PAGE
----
My turn: Anti-war activists must act

Posted: Wednesday, July 25, 2007

The great abolitionist Frederick Douglass famously remarked, "Power concedes nothing without a demand. It never has. Never will."

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This truism aptly describes the reason for the creeping irrelevance besetting Juneau's two primary peace organizations. Unless Juneau People for Peace and Justice and Veterans for Peace can transform this city's anti-war majority into an active and effective political force, then they may as well close up shop since neither our troops nor the Iraqi people appear to be benefiting from their unwarranted cautiousness.

The one constant in this war has been the ever-morphing strategies the various sides have employed for achieving their goals.

From "shock and awe" to the "surge," America's efforts have predictably been to no avail.

The insurgents, on the other hand, have utilized sectarian division and traditional guerrilla tactics to a more successful outcome.

Juneau People for Peace and Justice and Veterans for Peace have, somewhat bewilderingly, steadfastly pursued a rather tepid approach to mobilizing domestic opposition to this war. While this course of action may have served them well in the early stages of the conflict, these same methods now appear woefully inadequate for taking an existing majority for withdrawal and leveraging it against our government's recalcitrance.

The nearly exclusive focus of these groups' present outreach is to convince the public that the war is wrong - morally, legally and practically. Unfortunately, this fixation fails to appreciate that this objective has already been accomplished. If national polls are any indication, then it's safe to say that more than 70 percent of Juneau residents want out of Iraq sooner rather than later. Are Juneau's peace organizations waiting for 80 percent?

One might expect that the confidence marshaled from this moral mandate would translate into a more assertive strategy appropriate to a changing political context but one would be sadly mistaken. Not long ago, for example, Veterans for Peace read a list of questions over KTOO directed toward Sen. Ted Stevens. These queries, one presumes, were intended to either shame him into submission or elicit an accounting for his unwavering allegiance to the neocons' imperial plan to control Iraqi oil fields. Did Veterans for Peace really believe this man might lose a night's sleep or, perhaps, give himself a good talking to following its Larry King-style slow-pitch grilling?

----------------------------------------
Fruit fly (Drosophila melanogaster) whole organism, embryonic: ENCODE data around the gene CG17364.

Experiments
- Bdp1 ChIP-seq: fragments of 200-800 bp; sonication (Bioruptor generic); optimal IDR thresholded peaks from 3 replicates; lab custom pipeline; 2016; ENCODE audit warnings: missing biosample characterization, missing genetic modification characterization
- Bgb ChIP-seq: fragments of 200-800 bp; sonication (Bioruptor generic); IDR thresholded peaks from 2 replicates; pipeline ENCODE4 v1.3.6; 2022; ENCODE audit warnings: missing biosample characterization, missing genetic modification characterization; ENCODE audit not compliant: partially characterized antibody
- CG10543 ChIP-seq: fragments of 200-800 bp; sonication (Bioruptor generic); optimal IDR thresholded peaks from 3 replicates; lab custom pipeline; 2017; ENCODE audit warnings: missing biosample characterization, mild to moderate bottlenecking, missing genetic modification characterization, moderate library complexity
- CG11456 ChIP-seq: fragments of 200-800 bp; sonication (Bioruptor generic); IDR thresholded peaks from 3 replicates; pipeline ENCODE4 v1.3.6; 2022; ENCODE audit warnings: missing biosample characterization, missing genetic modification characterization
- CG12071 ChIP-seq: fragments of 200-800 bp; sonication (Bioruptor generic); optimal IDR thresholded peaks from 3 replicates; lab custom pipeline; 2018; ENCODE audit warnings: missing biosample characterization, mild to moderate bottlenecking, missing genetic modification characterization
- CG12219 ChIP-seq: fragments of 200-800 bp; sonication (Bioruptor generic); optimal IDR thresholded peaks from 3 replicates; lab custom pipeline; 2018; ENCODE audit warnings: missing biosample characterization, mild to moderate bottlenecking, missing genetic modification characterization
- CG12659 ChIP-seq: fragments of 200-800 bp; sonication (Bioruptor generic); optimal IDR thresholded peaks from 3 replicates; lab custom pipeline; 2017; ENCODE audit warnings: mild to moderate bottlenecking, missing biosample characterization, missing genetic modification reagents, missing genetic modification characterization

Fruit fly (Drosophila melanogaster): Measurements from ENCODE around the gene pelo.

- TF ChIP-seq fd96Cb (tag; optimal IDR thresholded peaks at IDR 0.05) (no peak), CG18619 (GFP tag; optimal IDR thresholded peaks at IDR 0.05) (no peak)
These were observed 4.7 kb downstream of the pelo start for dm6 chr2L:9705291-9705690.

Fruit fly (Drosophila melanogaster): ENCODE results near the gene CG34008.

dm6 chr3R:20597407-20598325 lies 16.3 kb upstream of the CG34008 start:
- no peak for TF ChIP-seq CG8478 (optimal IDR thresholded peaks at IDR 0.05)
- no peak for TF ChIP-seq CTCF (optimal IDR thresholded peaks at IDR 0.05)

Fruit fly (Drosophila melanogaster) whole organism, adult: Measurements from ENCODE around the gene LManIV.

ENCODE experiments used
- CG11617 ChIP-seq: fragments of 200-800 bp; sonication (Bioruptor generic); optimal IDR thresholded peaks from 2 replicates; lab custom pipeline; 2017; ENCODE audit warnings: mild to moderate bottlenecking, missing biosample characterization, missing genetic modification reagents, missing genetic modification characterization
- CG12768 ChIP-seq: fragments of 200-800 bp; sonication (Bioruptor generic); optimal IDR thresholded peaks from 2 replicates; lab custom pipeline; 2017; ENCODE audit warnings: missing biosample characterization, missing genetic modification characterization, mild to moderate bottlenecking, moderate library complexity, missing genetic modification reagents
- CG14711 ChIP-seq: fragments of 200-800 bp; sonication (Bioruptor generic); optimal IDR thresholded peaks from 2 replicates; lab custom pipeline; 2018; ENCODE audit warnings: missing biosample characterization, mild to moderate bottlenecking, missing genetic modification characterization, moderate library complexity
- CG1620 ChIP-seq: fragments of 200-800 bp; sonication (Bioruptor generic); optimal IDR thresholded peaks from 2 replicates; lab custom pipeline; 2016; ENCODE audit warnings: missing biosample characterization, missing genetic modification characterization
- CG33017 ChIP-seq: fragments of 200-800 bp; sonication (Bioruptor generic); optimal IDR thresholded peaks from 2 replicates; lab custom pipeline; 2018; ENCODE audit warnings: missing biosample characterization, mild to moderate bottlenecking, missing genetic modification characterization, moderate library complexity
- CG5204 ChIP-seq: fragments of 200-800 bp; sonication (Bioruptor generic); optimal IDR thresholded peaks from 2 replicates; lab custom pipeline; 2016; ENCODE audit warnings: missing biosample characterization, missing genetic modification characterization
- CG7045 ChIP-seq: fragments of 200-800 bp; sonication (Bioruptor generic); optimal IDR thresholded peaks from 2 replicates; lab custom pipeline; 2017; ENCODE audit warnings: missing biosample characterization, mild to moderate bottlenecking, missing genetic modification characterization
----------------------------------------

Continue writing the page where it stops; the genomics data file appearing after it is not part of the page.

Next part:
Equally innocuous, though well-intentioned, is the group's on-going weekly vigil at Marine Park. The group's placards honoring the troops are mainly viewed by a combined mix of international visitors and the usual Lower 48 cruisers. Is the goal in this case to incite Norwegians and Arkansans to inundate the un-holy trinity of Stevens, Sen. Lisa Murkowski and Rep. Don Young with postcards taking them to task for endorsing Bush's war crimes?

Even more politically anemic has been the activity of Juneau People for Peace and Justice. Except for sponsoring the occasional film at the Gold Town Nickelodeon or speaker at some tucked-away venue, this group risks leaving an even smaller footprint on the body politic. This comes after having established a respectable legacy for helping bring about Juneau's justifiably proud designation as an anti-war town.

When recently presented with a possible organizing project built around a ballot initiative supporting a soldier's right to resist this war, the leadership of both organizations deemed the proposal too politically risky, thereby, thwarting the effort.

Likewise, as reported in the July 5 Juneau Empire, both groups united to march in the Fourth of July parade. Instead of using the opportunity to launch a bold and exciting project to advance the local anti-war movement and parlay supportive but quiescent sentiment into active nonviolent resistance, they, once again, were reduced to simply reminding us how bad things are in Iraq and at home.

Public opinion is no longer our problem. Neither yellow ribbons nor peace symbols are keeping anyone alive. Speaking truth to power may bring a clear conscience or a self-satisfying sense of righteousness, but it does nothing to alter the balance of power. Our problem is not truth but power. They have it. We don't. I believe Douglass would nod in agreement.

• Albert Petrarca is a Juneau resident.



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